Journal of South Asian Association of Pediatric Dentistry

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VOLUME 3 , ISSUE 1 ( January-June, 2020 ) > List of Articles

ORIGINAL RESEARCH

Assessment of Dietary Behavior Change in Families Participating in a “2-Week Sugar Challenge”: An Observational Study

Shivangi Manek, Ashwin M Jawdekar

Keywords : Behavior, Diet, Environment, Families, Obesity, Parents

Citation Information : Manek S, Jawdekar AM. Assessment of Dietary Behavior Change in Families Participating in a “2-Week Sugar Challenge”: An Observational Study. J South Asian Assoc Pediatr Dent 2020; 3 (1):14-18.

DOI: 10.5005/jp-journals-10077-3036

License: CC BY-NC 4.0

Published Online: 01-06-2020

Copyright Statement:  Copyright © 2020; Jaypee Brothers Medical Publishers (P) Ltd.


Abstract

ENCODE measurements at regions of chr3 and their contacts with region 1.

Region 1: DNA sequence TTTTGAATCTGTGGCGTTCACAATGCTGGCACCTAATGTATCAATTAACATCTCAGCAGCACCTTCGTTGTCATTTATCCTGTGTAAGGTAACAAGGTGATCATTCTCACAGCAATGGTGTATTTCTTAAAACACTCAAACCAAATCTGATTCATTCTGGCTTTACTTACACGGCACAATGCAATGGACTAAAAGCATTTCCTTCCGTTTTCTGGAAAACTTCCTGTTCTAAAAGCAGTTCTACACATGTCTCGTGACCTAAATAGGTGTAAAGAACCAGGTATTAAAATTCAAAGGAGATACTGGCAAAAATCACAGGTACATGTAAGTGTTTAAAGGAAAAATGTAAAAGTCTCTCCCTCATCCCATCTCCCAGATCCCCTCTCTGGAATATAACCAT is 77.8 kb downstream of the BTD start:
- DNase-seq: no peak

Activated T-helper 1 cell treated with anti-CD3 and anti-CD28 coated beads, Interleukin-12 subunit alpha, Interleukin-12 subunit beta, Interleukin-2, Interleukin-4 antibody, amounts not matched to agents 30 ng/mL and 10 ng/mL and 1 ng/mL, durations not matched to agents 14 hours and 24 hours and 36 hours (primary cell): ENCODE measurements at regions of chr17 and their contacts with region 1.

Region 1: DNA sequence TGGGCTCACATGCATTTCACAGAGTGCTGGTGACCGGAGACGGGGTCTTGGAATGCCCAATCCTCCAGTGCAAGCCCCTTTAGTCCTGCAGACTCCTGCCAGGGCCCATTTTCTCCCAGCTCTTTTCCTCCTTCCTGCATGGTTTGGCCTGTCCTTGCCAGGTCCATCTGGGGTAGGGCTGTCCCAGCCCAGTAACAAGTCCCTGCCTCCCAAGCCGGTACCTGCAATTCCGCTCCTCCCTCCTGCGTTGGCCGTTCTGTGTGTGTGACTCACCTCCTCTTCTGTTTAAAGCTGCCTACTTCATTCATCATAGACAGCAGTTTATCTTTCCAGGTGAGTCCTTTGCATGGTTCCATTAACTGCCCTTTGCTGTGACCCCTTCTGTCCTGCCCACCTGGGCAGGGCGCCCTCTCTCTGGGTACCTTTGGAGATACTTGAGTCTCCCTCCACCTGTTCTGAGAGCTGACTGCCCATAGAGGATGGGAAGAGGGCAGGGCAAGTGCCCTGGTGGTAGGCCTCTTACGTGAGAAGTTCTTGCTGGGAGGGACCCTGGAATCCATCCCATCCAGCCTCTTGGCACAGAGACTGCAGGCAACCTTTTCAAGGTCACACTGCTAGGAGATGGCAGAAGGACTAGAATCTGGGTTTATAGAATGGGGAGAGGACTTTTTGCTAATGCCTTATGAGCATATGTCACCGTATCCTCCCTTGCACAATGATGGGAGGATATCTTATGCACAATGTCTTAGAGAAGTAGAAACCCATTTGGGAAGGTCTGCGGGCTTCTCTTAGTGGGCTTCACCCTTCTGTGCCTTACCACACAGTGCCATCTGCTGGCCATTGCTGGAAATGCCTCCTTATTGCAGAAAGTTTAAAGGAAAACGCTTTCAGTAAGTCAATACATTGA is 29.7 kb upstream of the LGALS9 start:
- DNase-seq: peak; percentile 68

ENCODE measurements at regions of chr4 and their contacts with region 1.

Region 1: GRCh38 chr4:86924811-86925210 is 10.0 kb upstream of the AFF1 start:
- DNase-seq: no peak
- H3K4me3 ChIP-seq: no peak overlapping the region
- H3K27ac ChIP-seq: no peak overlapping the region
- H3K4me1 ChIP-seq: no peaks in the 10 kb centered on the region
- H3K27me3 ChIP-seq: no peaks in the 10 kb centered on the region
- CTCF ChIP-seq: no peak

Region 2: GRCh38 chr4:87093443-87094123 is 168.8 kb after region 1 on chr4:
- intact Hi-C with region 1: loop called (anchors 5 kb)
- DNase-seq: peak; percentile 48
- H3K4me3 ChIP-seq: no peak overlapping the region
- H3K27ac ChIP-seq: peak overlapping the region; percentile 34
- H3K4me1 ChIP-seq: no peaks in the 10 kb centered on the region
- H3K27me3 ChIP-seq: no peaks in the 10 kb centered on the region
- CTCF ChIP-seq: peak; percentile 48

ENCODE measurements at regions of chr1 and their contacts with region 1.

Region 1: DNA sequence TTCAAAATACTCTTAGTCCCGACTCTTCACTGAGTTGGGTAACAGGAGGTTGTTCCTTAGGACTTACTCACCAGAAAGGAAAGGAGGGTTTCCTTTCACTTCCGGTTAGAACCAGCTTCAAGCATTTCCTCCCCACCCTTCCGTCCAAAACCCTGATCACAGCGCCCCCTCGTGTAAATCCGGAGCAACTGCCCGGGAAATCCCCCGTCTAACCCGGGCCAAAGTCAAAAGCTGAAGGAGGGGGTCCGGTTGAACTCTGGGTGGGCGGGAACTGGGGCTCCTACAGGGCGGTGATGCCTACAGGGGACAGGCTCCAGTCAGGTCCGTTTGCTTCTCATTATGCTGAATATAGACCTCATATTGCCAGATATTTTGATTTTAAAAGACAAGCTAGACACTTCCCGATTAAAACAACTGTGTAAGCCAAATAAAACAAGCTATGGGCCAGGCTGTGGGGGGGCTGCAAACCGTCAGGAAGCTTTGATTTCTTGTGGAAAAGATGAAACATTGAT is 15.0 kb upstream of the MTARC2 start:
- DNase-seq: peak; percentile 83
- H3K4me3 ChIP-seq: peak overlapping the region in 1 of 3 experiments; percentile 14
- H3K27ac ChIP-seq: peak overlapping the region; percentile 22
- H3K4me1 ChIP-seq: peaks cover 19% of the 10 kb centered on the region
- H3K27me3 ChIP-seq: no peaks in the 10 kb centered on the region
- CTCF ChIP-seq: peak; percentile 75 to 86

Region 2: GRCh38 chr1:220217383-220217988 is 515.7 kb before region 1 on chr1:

Background: Dietary behaviors are a result of social and cultural practices; consumption of sugar-rich food and beverages being no exception. The World Health Organization (WHO) sugar guideline 2015 states that adults and children should reduce their daily intake of sugar to less than 10% of their total energy and a further reduction to 5% would provide additional health benefits. In view of this, a dietary behavior change pertaining to free-sugar reduction is needed in families. Aim: To assess the dietary behavior change in families participating in a “2-week sugar challenge” in terms of their willingness to participate and adherence to the challenge and defaults. Settings and design: A 2-week sugar challenge was conducted in a residential complex in Mumbai. Materials and methods: This study consisted of a convenient sample of 30 families with children belonging to 3- to 12-year age-group, who were approached for the study. They were given a list of products to be avoided and that could be consumed. Families and individuals were assessed for willingness to participate and adherence to the challenge. Statistical analysis: Variable means, standard deviations, and percentages were analyzed. Results: Of the contacted families, more than 80% (with children aged 3–12 years) were willing to participate in the study. Of the participating families, 2.70% and 3.22% of adults and children sustained the challenge for 2 weeks, respectively. None of the families as a whole could adhere to the challenge. The mean number of days the challenge was sustained by adults and children was 2.96 (±3.79) and 3.04 (±3.77), respectively. The most common defaulted food item was “milk additives.” Conclusion: Willingness in terms of sugar challenge was high but sustainability was poor.


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